Step #3: Shape the Blade
If you’re using an angle grinder, you'll first need to securely clamp the blade in a vise or otherwise make sure it’s stable and won't move during grinding. Then use the angle grinder to remove any excess material and rough edges. Start with a coarse grit grinding wheel and gradually work your way up to finer grits. Use a light touch and avoid overheating the blade, which can damage the temper of the steel.
As you grind, periodically check the blade's shape and progress. Keep the blade cool and lubricated with water to prevent overheating and reduce the amount of dust created. Once you've shaped the blade to your desired shape, use a file or sandpaper to smooth out any rough spots or burrs left by the grinder.
Step #4: Heat Treat the Blade
The heat treatment process involves heating the blade to a specific temperature and then cooling it rapidly to achieve the desired properties. This is a crucial step in forging a knife, as it determines the final hardness, toughness, and other properties of the blade.
Heat the blade to the recommended temperature. Then quench, or rapidly cool, it in a liquid medium such as oil or water. This process causes the steel to harden, but also makes it brittle, so you’ll then need to temper it. This involves reheating the blade to a lower temperature and allowing it to cool slowly. The exact temperature and time of tempering vary depending on the desired properties of the blade.
Step #5: Finish the Blade
Depending on the level of precision and smoothness you want to achieve, you may need to use different types of grinding and sanding tools. A belt grinder, angle grinder, or bench grinder may be required to remove any rough spots or grinding marks.
Begin with a rough grit, like 80 or 120 grit, to grind away any remaining scale or surface imperfections. Use consistent and even pressure to avoid creating uneven areas on the blade.
Once you've removed the rough spots and created a uniform surface, move on to finer grits, such as 220, 400, and 600 grit. Work progressively to remove any remaining scratches and achieve a smooth surface.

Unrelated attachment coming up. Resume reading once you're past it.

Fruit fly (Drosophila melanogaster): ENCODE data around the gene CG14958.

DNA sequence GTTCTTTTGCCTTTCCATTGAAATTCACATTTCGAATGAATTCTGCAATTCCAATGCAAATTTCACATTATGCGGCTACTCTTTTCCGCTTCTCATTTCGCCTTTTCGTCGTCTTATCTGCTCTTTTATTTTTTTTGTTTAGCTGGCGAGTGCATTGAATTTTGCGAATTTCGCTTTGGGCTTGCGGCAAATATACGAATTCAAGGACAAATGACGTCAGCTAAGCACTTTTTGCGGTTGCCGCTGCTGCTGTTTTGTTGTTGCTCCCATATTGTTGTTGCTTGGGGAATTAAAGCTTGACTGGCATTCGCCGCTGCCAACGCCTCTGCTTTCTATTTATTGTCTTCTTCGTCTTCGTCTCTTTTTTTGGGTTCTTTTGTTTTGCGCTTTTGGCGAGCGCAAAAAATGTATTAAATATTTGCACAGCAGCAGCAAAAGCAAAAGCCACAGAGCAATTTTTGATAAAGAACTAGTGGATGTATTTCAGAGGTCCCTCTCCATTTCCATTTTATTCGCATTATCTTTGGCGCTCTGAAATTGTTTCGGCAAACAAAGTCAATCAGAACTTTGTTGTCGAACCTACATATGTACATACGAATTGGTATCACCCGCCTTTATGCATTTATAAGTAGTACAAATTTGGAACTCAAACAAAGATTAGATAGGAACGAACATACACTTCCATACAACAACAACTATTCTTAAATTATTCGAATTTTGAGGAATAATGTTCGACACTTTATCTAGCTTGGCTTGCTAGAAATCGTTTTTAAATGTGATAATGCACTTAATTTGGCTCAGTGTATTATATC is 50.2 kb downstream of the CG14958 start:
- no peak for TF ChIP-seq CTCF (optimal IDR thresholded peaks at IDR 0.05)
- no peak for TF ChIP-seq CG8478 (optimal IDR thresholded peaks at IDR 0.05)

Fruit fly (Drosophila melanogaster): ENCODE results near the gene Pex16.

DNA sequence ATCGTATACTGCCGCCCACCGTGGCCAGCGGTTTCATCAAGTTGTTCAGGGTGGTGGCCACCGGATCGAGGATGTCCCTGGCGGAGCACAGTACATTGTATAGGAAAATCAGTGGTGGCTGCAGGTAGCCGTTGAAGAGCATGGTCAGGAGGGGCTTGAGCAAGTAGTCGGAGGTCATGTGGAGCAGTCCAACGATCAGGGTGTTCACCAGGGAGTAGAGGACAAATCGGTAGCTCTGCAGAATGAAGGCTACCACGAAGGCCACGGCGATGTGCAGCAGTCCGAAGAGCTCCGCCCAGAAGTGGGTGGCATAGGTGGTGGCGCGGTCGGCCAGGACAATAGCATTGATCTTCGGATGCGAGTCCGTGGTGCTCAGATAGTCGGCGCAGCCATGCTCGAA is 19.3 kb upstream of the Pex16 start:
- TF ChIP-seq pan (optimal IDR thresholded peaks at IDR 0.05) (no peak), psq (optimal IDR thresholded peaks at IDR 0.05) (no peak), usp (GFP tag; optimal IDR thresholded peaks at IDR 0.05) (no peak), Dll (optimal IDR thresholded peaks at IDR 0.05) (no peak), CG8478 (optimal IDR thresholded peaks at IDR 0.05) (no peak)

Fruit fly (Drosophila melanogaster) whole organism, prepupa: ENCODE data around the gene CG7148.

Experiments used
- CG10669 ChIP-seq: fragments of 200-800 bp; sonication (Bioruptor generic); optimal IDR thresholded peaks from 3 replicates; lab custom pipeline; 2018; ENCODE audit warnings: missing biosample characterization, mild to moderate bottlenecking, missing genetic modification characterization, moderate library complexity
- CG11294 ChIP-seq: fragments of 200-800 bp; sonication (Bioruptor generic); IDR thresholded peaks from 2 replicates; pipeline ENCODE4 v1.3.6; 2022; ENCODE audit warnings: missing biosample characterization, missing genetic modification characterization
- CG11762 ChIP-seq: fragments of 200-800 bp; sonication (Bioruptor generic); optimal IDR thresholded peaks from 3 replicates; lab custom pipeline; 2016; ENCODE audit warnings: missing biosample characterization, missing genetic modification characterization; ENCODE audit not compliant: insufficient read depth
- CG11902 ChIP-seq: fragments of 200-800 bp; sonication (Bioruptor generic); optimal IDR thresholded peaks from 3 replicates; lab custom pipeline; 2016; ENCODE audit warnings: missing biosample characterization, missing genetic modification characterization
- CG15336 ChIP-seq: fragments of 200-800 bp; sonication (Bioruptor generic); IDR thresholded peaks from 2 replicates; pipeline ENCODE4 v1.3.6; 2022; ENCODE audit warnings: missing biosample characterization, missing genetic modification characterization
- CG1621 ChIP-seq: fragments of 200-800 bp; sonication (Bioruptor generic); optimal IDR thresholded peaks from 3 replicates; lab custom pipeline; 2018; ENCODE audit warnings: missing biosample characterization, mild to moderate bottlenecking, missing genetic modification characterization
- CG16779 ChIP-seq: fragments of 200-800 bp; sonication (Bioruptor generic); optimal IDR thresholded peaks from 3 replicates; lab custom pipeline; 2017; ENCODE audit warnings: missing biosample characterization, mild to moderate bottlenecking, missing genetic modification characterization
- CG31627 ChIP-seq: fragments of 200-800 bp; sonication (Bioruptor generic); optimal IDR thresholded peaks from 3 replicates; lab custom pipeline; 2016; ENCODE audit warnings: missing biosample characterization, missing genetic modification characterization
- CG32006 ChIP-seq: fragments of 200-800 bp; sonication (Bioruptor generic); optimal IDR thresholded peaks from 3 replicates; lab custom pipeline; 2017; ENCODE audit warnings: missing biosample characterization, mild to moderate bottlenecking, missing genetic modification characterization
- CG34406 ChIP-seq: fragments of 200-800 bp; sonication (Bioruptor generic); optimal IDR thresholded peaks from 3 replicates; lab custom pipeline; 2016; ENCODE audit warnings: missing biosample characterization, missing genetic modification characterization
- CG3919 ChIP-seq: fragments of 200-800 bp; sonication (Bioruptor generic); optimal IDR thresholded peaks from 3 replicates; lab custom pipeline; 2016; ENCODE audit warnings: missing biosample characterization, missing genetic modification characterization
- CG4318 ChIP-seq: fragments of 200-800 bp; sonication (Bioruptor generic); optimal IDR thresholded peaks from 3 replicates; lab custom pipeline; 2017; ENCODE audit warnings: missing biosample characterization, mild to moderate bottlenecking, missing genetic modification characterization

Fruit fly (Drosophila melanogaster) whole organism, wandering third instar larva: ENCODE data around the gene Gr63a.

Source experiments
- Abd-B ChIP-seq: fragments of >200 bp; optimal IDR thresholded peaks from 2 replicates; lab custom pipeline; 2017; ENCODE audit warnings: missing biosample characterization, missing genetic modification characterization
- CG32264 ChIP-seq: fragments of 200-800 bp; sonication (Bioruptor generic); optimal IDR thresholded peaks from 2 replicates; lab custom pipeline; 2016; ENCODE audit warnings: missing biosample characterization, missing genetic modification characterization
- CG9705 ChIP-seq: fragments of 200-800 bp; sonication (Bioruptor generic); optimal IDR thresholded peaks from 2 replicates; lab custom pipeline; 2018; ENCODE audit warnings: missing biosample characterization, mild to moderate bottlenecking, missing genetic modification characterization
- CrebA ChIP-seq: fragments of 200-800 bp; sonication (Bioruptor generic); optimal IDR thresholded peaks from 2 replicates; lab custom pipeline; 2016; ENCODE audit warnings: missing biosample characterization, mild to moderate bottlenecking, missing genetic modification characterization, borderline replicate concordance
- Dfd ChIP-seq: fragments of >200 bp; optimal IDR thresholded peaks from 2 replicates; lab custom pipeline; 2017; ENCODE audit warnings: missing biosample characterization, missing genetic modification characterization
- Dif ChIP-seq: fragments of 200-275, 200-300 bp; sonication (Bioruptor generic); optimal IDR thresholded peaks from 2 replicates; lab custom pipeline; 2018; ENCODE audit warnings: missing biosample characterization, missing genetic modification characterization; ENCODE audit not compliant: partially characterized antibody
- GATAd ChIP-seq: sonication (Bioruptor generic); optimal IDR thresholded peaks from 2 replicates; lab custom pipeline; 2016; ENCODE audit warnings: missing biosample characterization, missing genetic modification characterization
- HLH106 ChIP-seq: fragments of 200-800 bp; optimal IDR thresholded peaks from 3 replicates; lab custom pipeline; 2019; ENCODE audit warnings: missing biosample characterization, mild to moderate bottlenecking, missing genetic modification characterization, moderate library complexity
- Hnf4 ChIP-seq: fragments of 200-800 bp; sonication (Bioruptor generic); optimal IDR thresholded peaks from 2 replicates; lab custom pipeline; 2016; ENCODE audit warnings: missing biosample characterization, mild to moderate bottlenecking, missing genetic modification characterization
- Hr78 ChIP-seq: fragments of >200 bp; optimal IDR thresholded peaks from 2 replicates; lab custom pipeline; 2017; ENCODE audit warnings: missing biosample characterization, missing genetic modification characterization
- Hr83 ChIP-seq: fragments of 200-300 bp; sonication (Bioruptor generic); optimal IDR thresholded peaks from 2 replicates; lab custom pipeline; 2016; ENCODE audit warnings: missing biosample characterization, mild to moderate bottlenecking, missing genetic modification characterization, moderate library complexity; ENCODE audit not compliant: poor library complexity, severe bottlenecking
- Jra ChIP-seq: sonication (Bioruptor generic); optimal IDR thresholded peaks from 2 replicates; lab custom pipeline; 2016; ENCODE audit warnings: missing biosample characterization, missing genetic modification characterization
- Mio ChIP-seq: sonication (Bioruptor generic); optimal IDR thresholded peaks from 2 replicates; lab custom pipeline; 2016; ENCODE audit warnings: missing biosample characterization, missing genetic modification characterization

For a final touch, hand sand the blade with very fine gritsanding sheets, such as 800 or 1000 grit. This will remove any remaining scratches and provide a smooth finish.
To achieve a high shine, you may choose topolish the blade with a polishing wheel. Use abuffing compound or polishing paste to bring out the shine of the metal.
After you've finished polishing, clean the blade thoroughly to remove any debris or residue left behind. Use a degreaser or rubbing alcohol to clean the blade, and then dry it with a clean cloth.
Step #6: Attach the Handle
Select the material that best suits your needs and preferences. Some popular options include wood, bone, and synthetic materials like G10 or Micarta. Once you’ve made your selection, use a hand saw or bandsaw to cut the material to the right size and shape. The handle should be slightly larger than the tang so you can shape it to your desired size.
Once the material has been cut, take the following steps:
Drill holes into the handle material to match the holes in the tang. Make sure the holes are the right size and evenly spaced.
Shape the handle using a belt sander, hand tools, or a CNC machine. Ensure that the final result is comfortable to hold and fits well in your hand.
Apply epoxy adhesive to the tang and insert it into the handle. Make sure that the tang is fully seated and that there are no gaps or air pockets. Allow the epoxy to cure as per the manufacturer’s instructions.
After the adhesive has cured, sand and shape the handle to your desired finish. You may use hand sanding, polishing, or a buffing wheel to achieve your desired look.
Finally, apply a protective finish to the handle. You can use oil, wax, or varnish to protect it and enhance its appearance.
A Premium Abrasive is Integral to the Process
Forging an integral knife can be a challenging yet rewarding experience. It requires patience, skill, and the right tools and materials, but with proper guidance and practice, you can create a beautiful and functional knife.
One crucial aspect of the process is using the right type of abrasives for grinding and polishing the blade and handle. Red Label Abrasives is a leading supplier of high-quality abrasives for knifemaking and other metalworking applications. We offer a wide range of products, includingsanding belts,sanding discs, and evencomplete knife making kits that are specifically designed to meet the needs of knifemakers. For more information or to place an order, please call844-824-1956 orfill out our contact form today.
David Kranker is a writer and creative maker who has been covering the abrasive and knife-making industries on the Red Label Abrasives Blog since 2020. David spends his time continually researching sanding and bladesmithing to provide readers with the latest and greatest information. In his free time, David utilizes abrasives for many different home and auto projects at his home in Delton, MI.